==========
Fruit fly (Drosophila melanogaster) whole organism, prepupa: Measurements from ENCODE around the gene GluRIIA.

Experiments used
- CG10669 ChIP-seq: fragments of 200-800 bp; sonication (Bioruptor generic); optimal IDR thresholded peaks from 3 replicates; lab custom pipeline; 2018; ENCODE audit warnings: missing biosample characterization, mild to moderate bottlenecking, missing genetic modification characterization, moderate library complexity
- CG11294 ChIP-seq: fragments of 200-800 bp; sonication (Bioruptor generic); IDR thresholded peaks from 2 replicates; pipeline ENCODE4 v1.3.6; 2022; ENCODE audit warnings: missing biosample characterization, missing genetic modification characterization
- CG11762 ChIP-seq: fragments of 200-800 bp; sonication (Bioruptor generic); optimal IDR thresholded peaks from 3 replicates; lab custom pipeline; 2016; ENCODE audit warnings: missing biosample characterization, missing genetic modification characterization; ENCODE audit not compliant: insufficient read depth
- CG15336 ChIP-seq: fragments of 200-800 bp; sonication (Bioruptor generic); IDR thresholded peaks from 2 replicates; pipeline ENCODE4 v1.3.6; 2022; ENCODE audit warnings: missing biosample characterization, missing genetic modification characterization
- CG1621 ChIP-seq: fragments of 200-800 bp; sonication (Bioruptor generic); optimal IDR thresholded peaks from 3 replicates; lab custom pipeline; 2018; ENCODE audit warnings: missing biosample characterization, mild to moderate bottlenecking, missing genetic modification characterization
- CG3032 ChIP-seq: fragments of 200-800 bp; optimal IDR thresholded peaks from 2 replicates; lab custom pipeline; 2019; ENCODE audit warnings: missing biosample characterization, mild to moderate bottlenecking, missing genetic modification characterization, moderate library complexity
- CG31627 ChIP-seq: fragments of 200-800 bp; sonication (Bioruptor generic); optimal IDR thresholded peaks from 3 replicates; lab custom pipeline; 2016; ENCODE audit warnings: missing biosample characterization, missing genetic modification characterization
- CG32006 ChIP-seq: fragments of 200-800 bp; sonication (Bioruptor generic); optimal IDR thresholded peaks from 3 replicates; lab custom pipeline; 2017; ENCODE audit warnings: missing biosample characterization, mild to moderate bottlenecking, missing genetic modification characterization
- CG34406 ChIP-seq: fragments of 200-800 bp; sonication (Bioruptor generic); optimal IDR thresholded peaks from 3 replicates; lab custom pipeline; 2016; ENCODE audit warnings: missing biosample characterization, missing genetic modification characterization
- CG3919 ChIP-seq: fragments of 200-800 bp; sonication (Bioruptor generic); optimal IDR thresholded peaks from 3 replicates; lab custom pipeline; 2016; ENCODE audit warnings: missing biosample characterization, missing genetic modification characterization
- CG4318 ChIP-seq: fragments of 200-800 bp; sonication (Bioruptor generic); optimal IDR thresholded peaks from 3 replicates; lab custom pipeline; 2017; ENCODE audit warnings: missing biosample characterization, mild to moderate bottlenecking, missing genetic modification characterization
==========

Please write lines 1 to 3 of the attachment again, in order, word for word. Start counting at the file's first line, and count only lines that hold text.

Fruit fly (Drosophila melanogaster) whole organism, prepupa: Measurements from ENCODE around the gene GluRIIA.

Experiments used
- CG10669 ChIP-seq: fragments of 200-800 bp; sonication (Bioruptor generic); optimal IDR thresholded peaks from 3 replicates; lab custom pipeline; 2018; ENCODE audit warnings: missing biosample characterization, mild to moderate bottlenecking, missing genetic modification characterization, moderate library complexity